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Archive for December, 2014

New Photography Web Site

Wednesday, December 17th, 2014

Jim Plaxco Photography Web Site
Jim Plaxco Photography Web Site

On Dec 12, 2014 my Jim Plaxco Photography web site officially went live. I have amassed quite an archive of photography over the years but never sought to profit from it. Visually my primary interest was in digital art and the creation of a variety of painting programs and generative art programs.

Prior to this my photography fulfilled three purposes. The first was documentary in nature: taking photographs of places I had visited, sights I had seen, and events I had been involved in. This is the purpose that most people pursue when engaged in photography.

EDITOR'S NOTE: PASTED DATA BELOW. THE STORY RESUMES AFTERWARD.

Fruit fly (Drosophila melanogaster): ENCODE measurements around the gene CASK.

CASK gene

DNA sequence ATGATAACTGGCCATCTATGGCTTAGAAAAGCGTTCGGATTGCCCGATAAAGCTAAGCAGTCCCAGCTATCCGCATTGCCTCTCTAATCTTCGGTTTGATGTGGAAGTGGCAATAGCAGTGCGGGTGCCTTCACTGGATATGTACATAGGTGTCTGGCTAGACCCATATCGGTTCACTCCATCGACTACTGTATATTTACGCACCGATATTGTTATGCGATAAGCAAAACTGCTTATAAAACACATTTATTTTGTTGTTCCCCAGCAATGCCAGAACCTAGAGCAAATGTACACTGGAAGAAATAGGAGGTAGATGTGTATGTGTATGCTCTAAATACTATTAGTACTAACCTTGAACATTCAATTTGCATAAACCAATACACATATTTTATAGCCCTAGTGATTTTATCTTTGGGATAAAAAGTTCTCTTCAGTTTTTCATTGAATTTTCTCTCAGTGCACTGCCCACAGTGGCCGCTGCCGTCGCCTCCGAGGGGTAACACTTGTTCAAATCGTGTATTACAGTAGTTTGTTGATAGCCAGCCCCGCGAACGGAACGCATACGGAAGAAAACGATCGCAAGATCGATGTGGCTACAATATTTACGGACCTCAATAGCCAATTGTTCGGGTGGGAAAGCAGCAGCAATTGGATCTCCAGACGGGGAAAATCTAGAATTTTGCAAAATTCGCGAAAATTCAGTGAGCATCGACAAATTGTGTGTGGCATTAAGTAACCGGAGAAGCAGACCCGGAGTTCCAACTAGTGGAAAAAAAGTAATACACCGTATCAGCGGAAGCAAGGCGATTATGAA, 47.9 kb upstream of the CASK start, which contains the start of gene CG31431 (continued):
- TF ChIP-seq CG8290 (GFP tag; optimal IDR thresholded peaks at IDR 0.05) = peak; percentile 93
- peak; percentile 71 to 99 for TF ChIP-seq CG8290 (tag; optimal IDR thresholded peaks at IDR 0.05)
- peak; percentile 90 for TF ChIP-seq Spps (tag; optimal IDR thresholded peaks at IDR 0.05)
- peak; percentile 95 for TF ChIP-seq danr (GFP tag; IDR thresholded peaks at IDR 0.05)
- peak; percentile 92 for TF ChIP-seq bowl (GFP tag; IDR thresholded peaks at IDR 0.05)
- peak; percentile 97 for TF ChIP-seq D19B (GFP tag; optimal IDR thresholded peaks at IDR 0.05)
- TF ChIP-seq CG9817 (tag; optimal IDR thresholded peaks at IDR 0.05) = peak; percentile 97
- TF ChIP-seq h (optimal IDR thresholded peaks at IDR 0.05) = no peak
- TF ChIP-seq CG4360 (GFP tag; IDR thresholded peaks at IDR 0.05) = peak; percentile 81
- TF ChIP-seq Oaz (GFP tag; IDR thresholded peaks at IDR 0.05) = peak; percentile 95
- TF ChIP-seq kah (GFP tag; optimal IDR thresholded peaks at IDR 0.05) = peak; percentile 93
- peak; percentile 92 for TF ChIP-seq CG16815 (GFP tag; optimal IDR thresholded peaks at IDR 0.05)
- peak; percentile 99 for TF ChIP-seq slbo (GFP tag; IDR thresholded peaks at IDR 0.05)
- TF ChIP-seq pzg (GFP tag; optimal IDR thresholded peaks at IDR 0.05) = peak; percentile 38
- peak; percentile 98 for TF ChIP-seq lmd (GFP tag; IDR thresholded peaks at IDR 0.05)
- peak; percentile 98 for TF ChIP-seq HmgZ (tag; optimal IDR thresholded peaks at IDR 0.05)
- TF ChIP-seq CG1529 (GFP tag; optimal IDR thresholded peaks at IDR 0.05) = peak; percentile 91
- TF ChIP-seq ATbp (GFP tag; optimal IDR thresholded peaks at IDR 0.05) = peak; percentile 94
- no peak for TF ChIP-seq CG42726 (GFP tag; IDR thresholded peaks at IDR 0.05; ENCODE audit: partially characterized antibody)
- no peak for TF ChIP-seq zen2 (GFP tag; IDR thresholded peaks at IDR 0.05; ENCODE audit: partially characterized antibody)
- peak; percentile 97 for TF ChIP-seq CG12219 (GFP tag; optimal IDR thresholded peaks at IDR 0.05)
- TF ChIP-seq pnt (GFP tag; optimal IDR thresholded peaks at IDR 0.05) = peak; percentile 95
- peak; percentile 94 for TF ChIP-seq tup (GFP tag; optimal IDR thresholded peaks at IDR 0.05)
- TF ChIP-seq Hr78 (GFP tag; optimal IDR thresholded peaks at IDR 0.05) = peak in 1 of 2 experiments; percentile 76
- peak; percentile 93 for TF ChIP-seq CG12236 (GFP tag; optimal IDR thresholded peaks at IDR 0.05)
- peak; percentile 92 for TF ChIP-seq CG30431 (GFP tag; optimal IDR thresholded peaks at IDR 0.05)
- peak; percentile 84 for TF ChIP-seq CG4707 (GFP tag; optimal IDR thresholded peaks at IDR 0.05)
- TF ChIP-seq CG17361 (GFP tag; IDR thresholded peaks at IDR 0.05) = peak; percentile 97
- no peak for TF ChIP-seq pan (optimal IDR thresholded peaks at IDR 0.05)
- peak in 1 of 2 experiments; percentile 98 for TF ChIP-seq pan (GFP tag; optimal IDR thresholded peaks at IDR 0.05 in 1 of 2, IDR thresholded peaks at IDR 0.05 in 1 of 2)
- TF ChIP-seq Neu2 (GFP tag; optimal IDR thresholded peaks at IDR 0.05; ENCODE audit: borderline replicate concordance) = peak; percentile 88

My second purpose was to capture scenes for either artistic inspiration or to use as an image source for my digital art. One example of the latter is Digital Self Portrait which is an algorithmic self-portrait created by taking a photograph of myself and using that image as input into a generative art program that I had written.

My third purpose was to experiment with the creation of abstract photographs. This was the only truly "in-camera" experimental photographic work I performed. It was a quest to see what sort of unique imagery I could create by manipulating the factors of time, zoom, focus, motion, and lighting. Many of these experiments in abstract phtography were an aesthetic flop – but enough of them were successful to keep me going.